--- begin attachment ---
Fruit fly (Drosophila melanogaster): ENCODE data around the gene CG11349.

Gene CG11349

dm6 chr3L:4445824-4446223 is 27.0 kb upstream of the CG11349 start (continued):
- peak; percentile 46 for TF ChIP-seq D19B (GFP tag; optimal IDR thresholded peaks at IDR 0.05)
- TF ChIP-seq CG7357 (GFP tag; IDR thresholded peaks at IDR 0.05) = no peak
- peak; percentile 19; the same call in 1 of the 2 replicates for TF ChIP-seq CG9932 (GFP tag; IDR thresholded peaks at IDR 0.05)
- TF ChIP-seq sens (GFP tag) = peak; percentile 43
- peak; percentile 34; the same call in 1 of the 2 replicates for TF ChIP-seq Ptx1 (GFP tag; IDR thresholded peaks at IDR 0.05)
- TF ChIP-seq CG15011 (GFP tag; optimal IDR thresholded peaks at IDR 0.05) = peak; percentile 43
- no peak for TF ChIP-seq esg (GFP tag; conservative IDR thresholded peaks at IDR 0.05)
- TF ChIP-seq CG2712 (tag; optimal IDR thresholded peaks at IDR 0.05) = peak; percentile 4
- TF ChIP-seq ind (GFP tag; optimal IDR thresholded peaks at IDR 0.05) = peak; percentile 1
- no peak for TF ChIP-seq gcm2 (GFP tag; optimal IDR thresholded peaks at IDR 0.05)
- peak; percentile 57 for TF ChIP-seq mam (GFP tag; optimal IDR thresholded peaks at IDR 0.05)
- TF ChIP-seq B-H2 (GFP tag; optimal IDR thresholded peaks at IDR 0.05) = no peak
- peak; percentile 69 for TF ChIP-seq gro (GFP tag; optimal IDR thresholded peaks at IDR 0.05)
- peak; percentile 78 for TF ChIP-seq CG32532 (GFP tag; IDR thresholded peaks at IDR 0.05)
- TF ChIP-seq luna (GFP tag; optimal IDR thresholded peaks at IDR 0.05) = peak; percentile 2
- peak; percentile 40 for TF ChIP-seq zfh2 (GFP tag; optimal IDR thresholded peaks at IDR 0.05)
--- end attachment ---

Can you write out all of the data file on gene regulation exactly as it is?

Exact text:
Fruit fly (Drosophila melanogaster): ENCODE data around the gene CG11349.

Gene CG11349

dm6 chr3L:4445824-4446223 is 27.0 kb upstream of the CG11349 start (continued):
- peak; percentile 46 for TF ChIP-seq D19B (GFP tag; optimal IDR thresholded peaks at IDR 0.05)
- TF ChIP-seq CG7357 (GFP tag; IDR thresholded peaks at IDR 0.05) = no peak
- peak; percentile 19; the same call in 1 of the 2 replicates for TF ChIP-seq CG9932 (GFP tag; IDR thresholded peaks at IDR 0.05)
- TF ChIP-seq sens (GFP tag) = peak; percentile 43
- peak; percentile 34; the same call in 1 of the 2 replicates for TF ChIP-seq Ptx1 (GFP tag; IDR thresholded peaks at IDR 0.05)
- TF ChIP-seq CG15011 (GFP tag; optimal IDR thresholded peaks at IDR 0.05) = peak; percentile 43
- no peak for TF ChIP-seq esg (GFP tag; conservative IDR thresholded peaks at IDR 0.05)
- TF ChIP-seq CG2712 (tag; optimal IDR thresholded peaks at IDR 0.05) = peak; percentile 4
- TF ChIP-seq ind (GFP tag; optimal IDR thresholded peaks at IDR 0.05) = peak; percentile 1
- no peak for TF ChIP-seq gcm2 (GFP tag; optimal IDR thresholded peaks at IDR 0.05)
- peak; percentile 57 for TF ChIP-seq mam (GFP tag; optimal IDR thresholded peaks at IDR 0.05)
- TF ChIP-seq B-H2 (GFP tag; optimal IDR thresholded peaks at IDR 0.05) = no peak
- peak; percentile 69 for TF ChIP-seq gro (GFP tag; optimal IDR thresholded peaks at IDR 0.05)
- peak; percentile 78 for TF ChIP-seq CG32532 (GFP tag; IDR thresholded peaks at IDR 0.05)
- TF ChIP-seq luna (GFP tag; optimal IDR thresholded peaks at IDR 0.05) = peak; percentile 2
- peak; percentile 40 for TF ChIP-seq zfh2 (GFP tag; optimal IDR thresholded peaks at IDR 0.05)